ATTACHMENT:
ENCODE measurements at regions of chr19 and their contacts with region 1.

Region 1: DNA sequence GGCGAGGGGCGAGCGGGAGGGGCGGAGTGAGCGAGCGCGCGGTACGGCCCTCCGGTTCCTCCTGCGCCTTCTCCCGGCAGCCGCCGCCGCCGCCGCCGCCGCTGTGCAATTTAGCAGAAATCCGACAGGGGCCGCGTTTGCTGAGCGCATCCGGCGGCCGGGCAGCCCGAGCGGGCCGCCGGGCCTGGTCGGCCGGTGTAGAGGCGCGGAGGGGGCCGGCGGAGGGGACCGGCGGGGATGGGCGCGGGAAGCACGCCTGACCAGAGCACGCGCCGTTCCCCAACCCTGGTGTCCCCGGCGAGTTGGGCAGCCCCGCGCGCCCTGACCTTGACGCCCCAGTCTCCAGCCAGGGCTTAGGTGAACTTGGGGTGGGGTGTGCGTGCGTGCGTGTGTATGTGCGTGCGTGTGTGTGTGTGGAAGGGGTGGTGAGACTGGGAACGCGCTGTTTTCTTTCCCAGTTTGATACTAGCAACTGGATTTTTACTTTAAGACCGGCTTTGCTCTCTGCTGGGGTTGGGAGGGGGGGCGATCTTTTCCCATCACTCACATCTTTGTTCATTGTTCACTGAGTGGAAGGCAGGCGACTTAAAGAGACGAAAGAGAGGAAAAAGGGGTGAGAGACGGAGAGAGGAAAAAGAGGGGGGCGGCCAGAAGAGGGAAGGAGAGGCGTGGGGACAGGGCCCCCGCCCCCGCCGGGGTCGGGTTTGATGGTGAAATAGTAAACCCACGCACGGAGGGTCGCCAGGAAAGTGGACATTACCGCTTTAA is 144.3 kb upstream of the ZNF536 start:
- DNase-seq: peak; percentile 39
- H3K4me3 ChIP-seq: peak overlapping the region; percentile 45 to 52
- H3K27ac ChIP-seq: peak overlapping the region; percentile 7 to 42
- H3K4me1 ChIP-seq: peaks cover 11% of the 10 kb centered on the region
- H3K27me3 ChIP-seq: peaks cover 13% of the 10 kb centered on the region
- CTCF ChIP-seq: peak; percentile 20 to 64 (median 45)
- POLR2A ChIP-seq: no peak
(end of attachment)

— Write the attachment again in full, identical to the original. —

ENCODE measurements at regions of chr19 and their contacts with region 1.

Region 1: DNA sequence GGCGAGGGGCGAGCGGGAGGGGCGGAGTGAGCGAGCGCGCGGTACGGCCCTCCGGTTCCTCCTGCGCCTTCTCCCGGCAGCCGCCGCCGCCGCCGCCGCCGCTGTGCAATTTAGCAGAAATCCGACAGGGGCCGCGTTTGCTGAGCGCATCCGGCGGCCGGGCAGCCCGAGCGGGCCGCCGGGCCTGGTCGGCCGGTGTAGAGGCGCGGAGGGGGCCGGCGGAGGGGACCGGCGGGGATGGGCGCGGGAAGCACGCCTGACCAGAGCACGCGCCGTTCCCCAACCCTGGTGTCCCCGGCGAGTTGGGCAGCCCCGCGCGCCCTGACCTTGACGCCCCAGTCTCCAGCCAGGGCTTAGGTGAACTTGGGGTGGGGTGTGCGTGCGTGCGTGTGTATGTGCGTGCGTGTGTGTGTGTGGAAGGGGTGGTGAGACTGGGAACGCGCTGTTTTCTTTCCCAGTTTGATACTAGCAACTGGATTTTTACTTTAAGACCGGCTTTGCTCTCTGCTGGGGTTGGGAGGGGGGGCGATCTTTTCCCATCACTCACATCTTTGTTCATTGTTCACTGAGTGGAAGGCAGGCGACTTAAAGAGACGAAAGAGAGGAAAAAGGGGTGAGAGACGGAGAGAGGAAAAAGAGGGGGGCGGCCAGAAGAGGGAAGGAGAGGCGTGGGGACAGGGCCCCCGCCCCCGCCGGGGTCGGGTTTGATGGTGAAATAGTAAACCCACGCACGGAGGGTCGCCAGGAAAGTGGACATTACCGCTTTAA is 144.3 kb upstream of the ZNF536 start:
- DNase-seq: peak; percentile 39
- H3K4me3 ChIP-seq: peak overlapping the region; percentile 45 to 52
- H3K27ac ChIP-seq: peak overlapping the region; percentile 7 to 42
- H3K4me1 ChIP-seq: peaks cover 11% of the 10 kb centered on the region
- H3K27me3 ChIP-seq: peaks cover 13% of the 10 kb centered on the region
- CTCF ChIP-seq: peak; percentile 20 to 64 (median 45)
- POLR2A ChIP-seq: no peak